Neither program was setting the world on fire in the late 1990s. But Longhorns running back Ricky Williams sure was. The senior was fresh off two-straight 300-yard rushing games heading into this one, including a career-high 350 against Iowa State the week before. OU did a decent job slowing down Williams, who rushed for 139 yards and two touchdowns on 31 carries, but Texas had its way in every other facet of the game (including the passing game, which saw Major Applewhite throw for 293 yards). Williams finished the regular season with 2,124 yards and 27 touchdowns on his way to winning his school’s second Heisman.
Oklahoma 65, Texas 13
This year saw No. 1 Oklahoma defeat No. 11 Texas by the largest margin of victory in Red River Showdown history. It was the fourth-straight win over Texas for OU. Sooners quarterback Jason White was unstoppable, completing 17 of 21 passes for 290 yards and four touchdown passes (with no interceptions). His passer rating was an astronomical 259.81. A 23-point second quarter by OU turned the game into a rout. One of the few highlights for Texas was a 27-yard touchdown run by redshirt freshman quarterback Vince Young, a future Heisman runner up. But this was White’s afternoon. He finished the regular season with 3,744 passing yards and 40 touchdowns, catapulting him to Oklahoma’s fourth Heisman (and first by a quarterback).
Texas 45, Oklahoma 35
This one turned out to be an entertaining showdown between two quarterbacks who would go on to finish 1-2 in that season’s Heisman balloting. No. 1 Oklahoma got 387 passing yards and five touchdowns (with two picks) from sophomore Sam Bradford, while Texas junior Colt McCoy threw for 277 yards and a score (completing 80 percent of his passes). In the end, the Longhorns were too much for the Sooners, who nonethless went on to qualify for the BCS Championship thanks to a Bradford-led offense that closed the regular season by scoring 60 or more points in its last five games. Bradford had a record-breaking season, throwing for 4,464 yards and 48 touchdowns with just six interceptions. He also added five rushing touchdowns and beat out McCoy to win OU’s fifth Heisman in what turned out to be a relatively close vote.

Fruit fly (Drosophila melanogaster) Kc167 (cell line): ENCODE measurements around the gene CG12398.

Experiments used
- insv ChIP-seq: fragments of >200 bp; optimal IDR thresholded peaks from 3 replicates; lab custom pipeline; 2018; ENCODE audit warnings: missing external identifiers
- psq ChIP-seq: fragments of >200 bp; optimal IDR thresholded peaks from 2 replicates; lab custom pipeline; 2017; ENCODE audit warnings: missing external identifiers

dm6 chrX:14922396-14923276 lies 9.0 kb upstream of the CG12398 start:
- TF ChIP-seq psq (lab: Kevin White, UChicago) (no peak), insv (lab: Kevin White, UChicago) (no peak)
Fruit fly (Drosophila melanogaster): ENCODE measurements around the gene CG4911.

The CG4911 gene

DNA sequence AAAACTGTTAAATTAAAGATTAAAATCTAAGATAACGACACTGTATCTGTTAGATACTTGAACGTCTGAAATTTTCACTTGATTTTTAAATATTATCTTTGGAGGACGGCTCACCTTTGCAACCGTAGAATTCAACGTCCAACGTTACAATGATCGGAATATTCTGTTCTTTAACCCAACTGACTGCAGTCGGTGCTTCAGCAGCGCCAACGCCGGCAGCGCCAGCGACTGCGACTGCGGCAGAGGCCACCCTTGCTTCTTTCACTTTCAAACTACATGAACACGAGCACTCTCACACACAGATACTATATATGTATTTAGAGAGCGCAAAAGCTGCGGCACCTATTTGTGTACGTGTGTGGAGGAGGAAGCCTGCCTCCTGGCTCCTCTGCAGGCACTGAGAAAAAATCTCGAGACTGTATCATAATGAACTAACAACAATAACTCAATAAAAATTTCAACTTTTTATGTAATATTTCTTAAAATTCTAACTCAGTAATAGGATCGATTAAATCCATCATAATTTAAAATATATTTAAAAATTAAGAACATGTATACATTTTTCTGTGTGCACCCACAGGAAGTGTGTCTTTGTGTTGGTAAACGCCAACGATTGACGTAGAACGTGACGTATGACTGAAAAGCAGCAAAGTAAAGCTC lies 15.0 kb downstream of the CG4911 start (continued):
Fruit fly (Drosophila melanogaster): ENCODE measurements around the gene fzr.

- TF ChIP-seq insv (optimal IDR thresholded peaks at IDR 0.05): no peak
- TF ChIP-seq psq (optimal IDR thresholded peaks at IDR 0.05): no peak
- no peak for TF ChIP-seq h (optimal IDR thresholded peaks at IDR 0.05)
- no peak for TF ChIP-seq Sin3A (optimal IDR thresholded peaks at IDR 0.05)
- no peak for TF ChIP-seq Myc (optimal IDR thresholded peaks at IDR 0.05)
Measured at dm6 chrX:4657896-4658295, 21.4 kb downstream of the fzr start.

Oklahoma 29, Texas 24
A week after getting shocked by Iowa State in Norman, the Sooners won a tussle against Texas. Heisman winner Baker Mayfield‘s 59-yard touchdown pass to Mark Andrews with 6:53 left bought Oklahoma the win after Texas rebounded from a 20-point deficit to take a 24-23 lead. Mayfield went 17 of 27 for 302 yards with two touchdowns and an interception while also gaining 27 yards on the ground. The victory started the Sooners on an 8-game win streak that propelled them to the College Football Playoff.
Texas 48, Oklahoma 45
The Longhorns beat the Sooners for the third time in six tries thanks to Sam Ehlinger’s heroics. It was the highest-scoring game in series history. Heisman winner Kyler Murray rallied the Sooners from a 21-point fourth quarter deficit to tie the game, but Longhorn kicker Cameron Dicker’s 40-yard field goal with 9 seconds left was the difference in this wild game. Murray passed for 304 yards and four touchdowns on 19 of 26 passing and he also rushed for 92 yards, but he had a couple turnovers that proved costly for the Sooners. Despite the loss, Oklahoma cruised to another appearance in the College Football Playoff.